This article Talent Identification in Tennis was written by Dave Samuels. I hope you will find it interesting and useful.
Spotting talented junior athletes who might have an aptitude for tennis is part art and part science . In addition to speed, strength, power, coordination and balance, tennis players need a variety of mental skills. Understanding a few basics of talent spotting will help you determine if a child has the potential to succeed as a competitive tennis player.
The International Tennis Federation’s Doug MacCurdy recommends six areas for coaches to consider when identifying tennis talent: physiological, physical, psychological, technical/tactical, results and intangibles. Physiological attributes include parameters such as height, weight and arm span. To gauge physical attributes, MacCurdy suggests testing young tennis players in running, jumping, catching, throwing, coordination, agility, tennis-specific speed, power, endurance and flexibility. Psychological attributes include self-esteem, confidence and competitiveness, with an interest in playing tennis one of the most important factors in judging talent. To spot tactical talent, look for player’s ability to move the ball around the court and solve problems.
Dancers, skiers, skaters, gymnasts, soccer players and others who use balance and footwork to excel have an edge in tennis over those with lesser footwork. No matter how much power a tennis player has or what level of stroke technique, they won’t maximize the use of these if they are not in the correct position to hit the ball.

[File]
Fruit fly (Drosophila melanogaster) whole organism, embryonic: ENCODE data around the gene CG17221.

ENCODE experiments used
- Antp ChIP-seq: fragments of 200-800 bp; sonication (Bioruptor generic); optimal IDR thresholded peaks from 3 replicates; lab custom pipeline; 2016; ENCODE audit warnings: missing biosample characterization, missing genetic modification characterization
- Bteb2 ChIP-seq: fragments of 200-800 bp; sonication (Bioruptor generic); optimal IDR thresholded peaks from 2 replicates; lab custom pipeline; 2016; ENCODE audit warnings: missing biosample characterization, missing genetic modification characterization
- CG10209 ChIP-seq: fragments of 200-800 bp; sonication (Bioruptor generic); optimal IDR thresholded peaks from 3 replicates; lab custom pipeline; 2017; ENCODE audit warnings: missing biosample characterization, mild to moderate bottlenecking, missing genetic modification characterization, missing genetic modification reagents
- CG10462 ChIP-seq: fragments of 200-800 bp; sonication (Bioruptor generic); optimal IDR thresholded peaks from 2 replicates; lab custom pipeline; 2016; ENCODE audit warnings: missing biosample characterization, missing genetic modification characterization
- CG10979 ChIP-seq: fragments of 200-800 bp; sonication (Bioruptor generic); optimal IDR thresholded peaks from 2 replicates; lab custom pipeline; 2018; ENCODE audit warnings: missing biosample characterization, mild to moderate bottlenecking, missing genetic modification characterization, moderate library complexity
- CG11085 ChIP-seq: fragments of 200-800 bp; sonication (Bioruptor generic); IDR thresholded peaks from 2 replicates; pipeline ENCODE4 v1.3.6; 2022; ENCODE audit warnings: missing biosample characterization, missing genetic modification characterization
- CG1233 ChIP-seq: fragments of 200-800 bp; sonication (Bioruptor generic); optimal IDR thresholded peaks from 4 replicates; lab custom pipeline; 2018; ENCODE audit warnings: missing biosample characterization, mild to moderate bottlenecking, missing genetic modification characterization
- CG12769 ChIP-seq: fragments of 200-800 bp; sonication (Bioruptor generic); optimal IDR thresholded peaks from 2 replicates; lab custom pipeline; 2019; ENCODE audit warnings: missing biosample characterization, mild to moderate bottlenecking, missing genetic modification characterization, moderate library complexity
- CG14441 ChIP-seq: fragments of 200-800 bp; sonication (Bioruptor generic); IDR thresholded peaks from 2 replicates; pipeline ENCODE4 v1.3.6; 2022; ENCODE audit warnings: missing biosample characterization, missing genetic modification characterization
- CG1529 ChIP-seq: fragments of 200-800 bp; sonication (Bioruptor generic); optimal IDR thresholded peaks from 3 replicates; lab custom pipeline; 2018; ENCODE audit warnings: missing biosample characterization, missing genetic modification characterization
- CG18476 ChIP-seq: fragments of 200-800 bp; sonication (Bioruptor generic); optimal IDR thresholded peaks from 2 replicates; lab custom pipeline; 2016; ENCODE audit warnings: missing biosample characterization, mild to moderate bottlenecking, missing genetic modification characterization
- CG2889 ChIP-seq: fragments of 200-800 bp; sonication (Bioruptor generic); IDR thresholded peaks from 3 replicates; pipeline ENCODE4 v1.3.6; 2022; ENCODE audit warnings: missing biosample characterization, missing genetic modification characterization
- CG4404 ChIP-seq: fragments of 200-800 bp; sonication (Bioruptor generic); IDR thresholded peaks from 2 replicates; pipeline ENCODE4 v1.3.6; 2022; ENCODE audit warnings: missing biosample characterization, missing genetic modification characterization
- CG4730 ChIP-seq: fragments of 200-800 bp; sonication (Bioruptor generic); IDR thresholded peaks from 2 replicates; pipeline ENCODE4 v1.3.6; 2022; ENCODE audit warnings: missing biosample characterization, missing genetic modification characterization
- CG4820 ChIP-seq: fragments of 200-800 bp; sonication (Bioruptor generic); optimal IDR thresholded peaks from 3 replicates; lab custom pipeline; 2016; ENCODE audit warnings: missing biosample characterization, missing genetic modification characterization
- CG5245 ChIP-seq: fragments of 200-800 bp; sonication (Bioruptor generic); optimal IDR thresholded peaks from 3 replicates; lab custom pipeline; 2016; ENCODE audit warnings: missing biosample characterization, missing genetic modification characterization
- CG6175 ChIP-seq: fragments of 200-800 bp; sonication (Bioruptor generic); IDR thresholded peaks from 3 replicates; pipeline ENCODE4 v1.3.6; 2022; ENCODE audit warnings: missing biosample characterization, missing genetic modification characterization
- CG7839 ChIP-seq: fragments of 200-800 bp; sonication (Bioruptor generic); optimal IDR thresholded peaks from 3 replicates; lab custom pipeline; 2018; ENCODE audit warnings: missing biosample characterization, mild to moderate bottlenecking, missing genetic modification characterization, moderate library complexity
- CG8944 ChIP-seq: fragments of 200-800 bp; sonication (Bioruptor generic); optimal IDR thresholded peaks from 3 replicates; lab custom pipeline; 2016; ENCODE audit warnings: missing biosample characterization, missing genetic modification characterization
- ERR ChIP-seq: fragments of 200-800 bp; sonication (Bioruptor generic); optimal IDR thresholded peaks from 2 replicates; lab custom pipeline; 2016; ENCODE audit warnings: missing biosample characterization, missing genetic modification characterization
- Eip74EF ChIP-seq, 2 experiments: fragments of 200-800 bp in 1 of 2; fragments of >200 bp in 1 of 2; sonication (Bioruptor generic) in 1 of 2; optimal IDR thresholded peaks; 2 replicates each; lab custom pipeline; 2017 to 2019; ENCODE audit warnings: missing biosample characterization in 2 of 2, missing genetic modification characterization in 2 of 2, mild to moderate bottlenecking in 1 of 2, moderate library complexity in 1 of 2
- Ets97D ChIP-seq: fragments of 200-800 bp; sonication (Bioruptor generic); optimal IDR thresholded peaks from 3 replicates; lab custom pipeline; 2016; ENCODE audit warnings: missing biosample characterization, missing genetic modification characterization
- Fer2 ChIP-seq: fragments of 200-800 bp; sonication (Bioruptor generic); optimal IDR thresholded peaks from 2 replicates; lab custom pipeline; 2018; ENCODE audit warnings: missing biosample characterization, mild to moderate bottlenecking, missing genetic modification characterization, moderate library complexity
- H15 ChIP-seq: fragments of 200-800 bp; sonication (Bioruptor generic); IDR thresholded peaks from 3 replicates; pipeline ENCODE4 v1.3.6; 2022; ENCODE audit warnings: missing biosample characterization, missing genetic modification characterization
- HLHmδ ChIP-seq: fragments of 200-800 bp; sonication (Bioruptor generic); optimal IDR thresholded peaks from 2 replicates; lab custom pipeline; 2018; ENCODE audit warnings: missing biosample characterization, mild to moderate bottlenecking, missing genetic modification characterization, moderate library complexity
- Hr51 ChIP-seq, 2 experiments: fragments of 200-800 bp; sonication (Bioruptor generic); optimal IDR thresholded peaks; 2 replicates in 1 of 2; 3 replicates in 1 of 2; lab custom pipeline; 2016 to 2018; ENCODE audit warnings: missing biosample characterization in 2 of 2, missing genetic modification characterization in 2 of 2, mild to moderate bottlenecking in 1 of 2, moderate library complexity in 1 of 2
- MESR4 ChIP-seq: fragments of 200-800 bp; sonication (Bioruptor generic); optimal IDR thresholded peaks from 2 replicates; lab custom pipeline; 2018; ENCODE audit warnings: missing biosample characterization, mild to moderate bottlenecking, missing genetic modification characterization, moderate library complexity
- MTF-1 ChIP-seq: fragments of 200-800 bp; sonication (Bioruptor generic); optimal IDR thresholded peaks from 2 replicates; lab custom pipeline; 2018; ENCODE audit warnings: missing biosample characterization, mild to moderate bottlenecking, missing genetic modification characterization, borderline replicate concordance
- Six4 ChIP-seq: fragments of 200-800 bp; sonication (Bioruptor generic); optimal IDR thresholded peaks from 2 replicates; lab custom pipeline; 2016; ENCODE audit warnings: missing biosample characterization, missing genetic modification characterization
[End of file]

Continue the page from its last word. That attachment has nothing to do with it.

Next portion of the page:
Tennis players not only play frequently, but also they must practice most days. If players love playing matches but do not enjoy practicing, that might be a sign they will be limited to playing at the recreational level. Look for players to ask to stay on the court after practice, or who practice on their own. Players who ask to add points or tasks to drills demonstrate a love of competition.
If children are successful at more than one sport, it’s an indication they have developed the fundamental physical skills necessary to become a top competitor. Single-sport players might be able to dominate their sport at an early age because they have a big serve, fastball or passing ability. Look for children who excel in multiple sports, especially those that require throwing, catching, running, kicking, hitting and jumping.
Avoid the Results Trap
Don’t use tennis rankings or other competition results in young players as a gauge of future success. Tennis players who dominate at the 12-and-under and 14-and-under age levels have learned to play like 12- and 14-year-olds, usually keeping the ball in play until opponents make mistakes, rather than developing an attacking game. Post-pubescent children may mature in ways that benefit their game as they take advantage of more height or muscle.
So, what do you think about finding talent kids for tennis?